Santa Rosa, with a $345 million annual operating budget, last year declared homelessness a crisis. it is spending $1.7 million this year on homelessness services and mandates. Half the county’s homeless population lives in Santa Rosa and the city government has adopted a “housing first” goal.
Incorporated Sebastopol had just 71 homeless people counted in the point-in-time survey, while offering no city-funded housing or social services. “Small cities really don’t have that kind of funding,” said Mayor Una Glass.
Providing workforce and affordable housing helps with the overall homeless problem, she said.
The city and West County Community Services just opened eight new affordable mobile home units in its Village Mobile Home Park.
“Working with other agencies like this is the best way we can go. We know we have homeless people in the Laguna and living in their cars. I’m glad we were able to do this project.”
“Every person is very different from all others,” said Jennielynn Holmes, of Catholic Charities based in Santa Rosa. “People that are homeless also have their own unique, specific journey.” She is a strong advocate of “housing first” and disputes the belief that offering more homeless shelter or services will attract larger homeless populations.
“The point-in-time survey just proved that when we actually put services in place, the (homeless) population goes down,” said Holmes.
The 2017 survey showed an overall decline of county unsheltered people, especially among veterans and in Santa Rosa where a concentration of new services was focused.
On the river Miller says he knows of family units and multi-generations of homeless people.
“You might be homeless, but it is still the community where you grew up,” he said. “When you know the system or have a familiar network you tend to stay put. Besides, people here are transitioning in and out of homelessness all the time. It happens on a daily, weekly or monthly basis.”
Eighty percent of the river’s homeless population is longer-term local residents, according to the point-in-time survey and other reports.
Individual interviews with the current homeless people show a sudden loss of a job, separation from a spouse, a rental increase or a relapse with drugs or alcohol took the roof away from someone who already was living below the poverty line or on some other narrow ledge.
“Lots of folks may not be homeless today, but our lack of affordable housing makes many people at-risk of becoming homeless tomorrow,” said county supervisor Hopkins.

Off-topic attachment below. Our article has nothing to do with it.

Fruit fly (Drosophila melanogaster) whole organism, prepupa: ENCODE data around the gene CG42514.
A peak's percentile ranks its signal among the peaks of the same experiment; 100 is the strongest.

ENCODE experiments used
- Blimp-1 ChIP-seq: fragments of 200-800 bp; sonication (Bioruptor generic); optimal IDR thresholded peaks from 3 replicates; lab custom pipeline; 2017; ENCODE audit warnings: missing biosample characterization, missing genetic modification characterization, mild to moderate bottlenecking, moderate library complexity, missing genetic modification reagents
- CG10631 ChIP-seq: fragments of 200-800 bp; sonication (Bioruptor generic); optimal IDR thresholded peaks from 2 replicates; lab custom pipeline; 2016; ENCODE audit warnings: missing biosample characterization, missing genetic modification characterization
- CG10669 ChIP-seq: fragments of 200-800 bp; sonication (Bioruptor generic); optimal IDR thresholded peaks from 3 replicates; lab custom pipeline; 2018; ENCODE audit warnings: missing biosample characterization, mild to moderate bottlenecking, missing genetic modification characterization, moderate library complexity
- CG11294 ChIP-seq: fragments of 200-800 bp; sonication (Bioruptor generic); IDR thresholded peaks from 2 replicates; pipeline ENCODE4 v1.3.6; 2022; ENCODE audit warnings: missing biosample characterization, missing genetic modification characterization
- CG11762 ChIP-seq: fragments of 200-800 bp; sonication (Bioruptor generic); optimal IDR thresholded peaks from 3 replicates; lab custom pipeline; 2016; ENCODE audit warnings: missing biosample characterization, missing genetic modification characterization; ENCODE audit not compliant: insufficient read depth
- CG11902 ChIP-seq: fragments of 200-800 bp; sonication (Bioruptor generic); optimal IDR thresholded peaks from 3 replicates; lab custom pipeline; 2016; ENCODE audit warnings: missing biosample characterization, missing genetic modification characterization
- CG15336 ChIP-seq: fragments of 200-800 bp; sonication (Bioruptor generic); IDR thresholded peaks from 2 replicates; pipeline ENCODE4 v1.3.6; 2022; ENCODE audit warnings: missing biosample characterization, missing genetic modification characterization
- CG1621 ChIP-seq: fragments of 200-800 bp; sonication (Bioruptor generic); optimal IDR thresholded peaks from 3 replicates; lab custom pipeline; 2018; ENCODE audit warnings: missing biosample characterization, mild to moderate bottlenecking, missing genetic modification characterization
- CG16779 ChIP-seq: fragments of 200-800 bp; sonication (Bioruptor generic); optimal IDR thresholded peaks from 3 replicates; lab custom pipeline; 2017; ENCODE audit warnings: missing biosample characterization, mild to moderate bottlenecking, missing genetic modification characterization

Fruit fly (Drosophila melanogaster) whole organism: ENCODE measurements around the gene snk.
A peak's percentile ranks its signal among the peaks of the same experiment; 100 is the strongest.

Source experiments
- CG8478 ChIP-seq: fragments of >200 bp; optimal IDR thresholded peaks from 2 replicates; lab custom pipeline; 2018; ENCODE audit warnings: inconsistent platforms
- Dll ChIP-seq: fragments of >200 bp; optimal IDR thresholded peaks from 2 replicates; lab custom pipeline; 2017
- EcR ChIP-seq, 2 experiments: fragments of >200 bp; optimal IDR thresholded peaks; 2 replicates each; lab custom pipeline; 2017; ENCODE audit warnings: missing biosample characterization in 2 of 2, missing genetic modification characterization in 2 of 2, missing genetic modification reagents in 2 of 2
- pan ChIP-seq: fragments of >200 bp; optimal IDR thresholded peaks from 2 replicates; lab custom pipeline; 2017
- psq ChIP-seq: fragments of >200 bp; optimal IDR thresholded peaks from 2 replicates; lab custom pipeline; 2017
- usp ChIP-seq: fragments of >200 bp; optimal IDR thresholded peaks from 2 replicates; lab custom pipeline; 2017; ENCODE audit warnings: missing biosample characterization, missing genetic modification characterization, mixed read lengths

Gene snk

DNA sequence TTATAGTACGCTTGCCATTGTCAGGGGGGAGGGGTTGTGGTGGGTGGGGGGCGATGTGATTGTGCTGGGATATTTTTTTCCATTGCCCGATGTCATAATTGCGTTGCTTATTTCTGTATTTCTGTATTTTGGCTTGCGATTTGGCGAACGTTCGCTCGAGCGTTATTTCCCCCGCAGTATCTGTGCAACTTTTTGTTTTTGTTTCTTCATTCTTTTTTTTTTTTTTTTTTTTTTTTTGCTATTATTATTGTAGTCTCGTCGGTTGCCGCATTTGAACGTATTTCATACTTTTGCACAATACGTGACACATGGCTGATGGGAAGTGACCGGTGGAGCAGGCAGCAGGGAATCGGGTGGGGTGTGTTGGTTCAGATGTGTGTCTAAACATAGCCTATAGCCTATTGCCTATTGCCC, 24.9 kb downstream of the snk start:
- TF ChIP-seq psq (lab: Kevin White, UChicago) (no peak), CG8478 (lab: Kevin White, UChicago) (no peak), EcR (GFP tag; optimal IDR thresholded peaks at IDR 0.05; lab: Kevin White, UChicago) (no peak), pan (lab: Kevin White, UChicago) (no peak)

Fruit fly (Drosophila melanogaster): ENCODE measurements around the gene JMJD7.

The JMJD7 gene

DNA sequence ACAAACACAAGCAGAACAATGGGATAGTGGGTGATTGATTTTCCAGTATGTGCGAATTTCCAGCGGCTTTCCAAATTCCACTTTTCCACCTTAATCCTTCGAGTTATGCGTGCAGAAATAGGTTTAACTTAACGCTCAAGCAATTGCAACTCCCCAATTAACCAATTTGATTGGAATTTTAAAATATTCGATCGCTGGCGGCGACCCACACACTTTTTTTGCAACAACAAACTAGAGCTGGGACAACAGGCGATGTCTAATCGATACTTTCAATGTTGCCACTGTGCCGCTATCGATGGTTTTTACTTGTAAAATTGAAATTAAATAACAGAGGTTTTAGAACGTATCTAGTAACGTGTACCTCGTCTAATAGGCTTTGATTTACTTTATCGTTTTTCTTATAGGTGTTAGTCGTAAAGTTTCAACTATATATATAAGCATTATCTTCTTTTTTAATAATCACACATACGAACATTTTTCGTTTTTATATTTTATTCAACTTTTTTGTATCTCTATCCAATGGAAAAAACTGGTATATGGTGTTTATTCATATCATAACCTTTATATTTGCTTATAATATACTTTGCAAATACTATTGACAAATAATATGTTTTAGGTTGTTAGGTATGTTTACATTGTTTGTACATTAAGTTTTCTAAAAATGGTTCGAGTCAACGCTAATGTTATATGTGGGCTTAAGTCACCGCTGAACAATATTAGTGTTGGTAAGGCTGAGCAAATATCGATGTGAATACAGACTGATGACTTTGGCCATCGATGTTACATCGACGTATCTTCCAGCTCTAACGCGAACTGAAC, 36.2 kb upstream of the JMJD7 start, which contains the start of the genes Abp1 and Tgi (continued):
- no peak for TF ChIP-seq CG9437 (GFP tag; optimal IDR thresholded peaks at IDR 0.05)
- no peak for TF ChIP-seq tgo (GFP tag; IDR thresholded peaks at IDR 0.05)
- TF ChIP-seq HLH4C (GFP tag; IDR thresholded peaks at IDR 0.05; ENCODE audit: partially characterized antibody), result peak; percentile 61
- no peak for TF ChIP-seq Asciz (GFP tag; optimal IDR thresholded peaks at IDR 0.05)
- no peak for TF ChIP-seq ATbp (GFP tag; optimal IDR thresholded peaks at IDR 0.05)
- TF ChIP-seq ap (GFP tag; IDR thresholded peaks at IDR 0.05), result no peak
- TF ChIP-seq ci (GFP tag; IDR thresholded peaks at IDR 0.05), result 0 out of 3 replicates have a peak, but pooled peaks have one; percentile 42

Hopkins also said she is extra concerned about the incidents of homelessness among younger people and hopes that promised new county funding could help address that need.
Some recent efforts have created new low income housing and shared housing units for formerly homeless people in Guerneville. Miller’s community services and the West County Health Centers have deployed new services and field visits for the homeless population.
Still, over the past 15 months there have been 12 men who died from conditions the social workers and health providers termed “homelessness.” These premature and avoidable deaths were attributed to heart failure, stress, physical exposure, poor diet or substance abuse. Their average age was 53.
Last winter, during the time the emergency shelter was open, there were no deaths among the homeless population, manager Danforth pointed out.
“Homelessness has a huge impact on health,” said Mary Szecsey, executive director of the West County Health Centers. “We work hard with the other agencies to try to find housing.”
The health centers have a homeless services team that currently serves about 190 homeless clients.
“There won’t be an end to homelessness, short of a magical wand to rebound the economy,” said Miller. “But there’s no better answer than to help get people off the streets.”
Meanwhile community volunteers and agencies offer weekly showers, laundry service, storage space and warm meals.
Hopkins’ and the county effort to build a year-round shelter somewhere in the lower Russian River area is currently on a long hold.
“Whether you are living under an underpass in Santa Rosa or under the redwoods along the river, it’s the same set of serious problems and concerns,” said Hopkins.